On April 29, 2017, his 100th day in office, President Trump announced an executive order directing the U.S. trade representative (USTR) and secretary of the Department of Commerce to commence a review of “all bilateral, plurilateral, and multilateral trade agreements and investment agreements to which the United States is a party” and “all trade relations with countries governed by the rules of the World Trade Organization (WTO) with which the United States does not have free trade agreements but with which the United States runs significant trade deficits in goods.” In a press briefing, Secretary of Commerce Wilbur Ross clarified that this executive order differs from others previously signed by the president in that it will focus “more narrowly on the agreements themselves,” even those that do not result in deficits, and not on the behavior of individual countries.
The review of each agreement must be submitted to the president within 180 days (late October 2017) and identify violations or abuses of any U.S. trade agreement, including the WTO, as well as any trade preference programs and investment agreements. The review will identify trade agreements and programs that “have failed with regard to such factors as predicted new jobs created, favorable effects on the trade balance, expanded market access, lowered trade barriers, or increased United States exports.”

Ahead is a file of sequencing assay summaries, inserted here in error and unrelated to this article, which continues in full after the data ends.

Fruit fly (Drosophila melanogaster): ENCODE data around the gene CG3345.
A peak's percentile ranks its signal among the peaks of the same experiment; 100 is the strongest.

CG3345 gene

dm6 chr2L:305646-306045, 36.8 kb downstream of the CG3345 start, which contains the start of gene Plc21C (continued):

In signing the executive order, Trump has authorized the secretary of Commerce, the USTR and other heads of executive departments and agencies to “take every appropriate and lawful action to address violations of trade law, abuses of trade law, or instances of unfair treatment.”
While Ross made clear that the review would cover all trade agreements, the United States has only 20 such agreements and much U.S. trade occurs with countries who are members of the WTO. He stated that the WTO has “a ‘most favored nation clause,’ meaning that of all the countries with whom we do not have a free-trade agreement, we must charge the same tariff on the same item to those – each of those countries as we charge to the others. So that’s a significant impediment toward getting to anything like a reciprocal agreement.” He also criticized the WTO agreement for not effectively dealing with non-tariff trade barriers and intellectual property rights, as well as claiming there were certain structural problems with the agreement, especially the dispute settlement provisions. When asked if the United States would consider withdrawing from the WTO, Ross replied that, while the review has not yet begun, “as [with] any multilateral organization, there’s always the potential for modifying the rules of it.”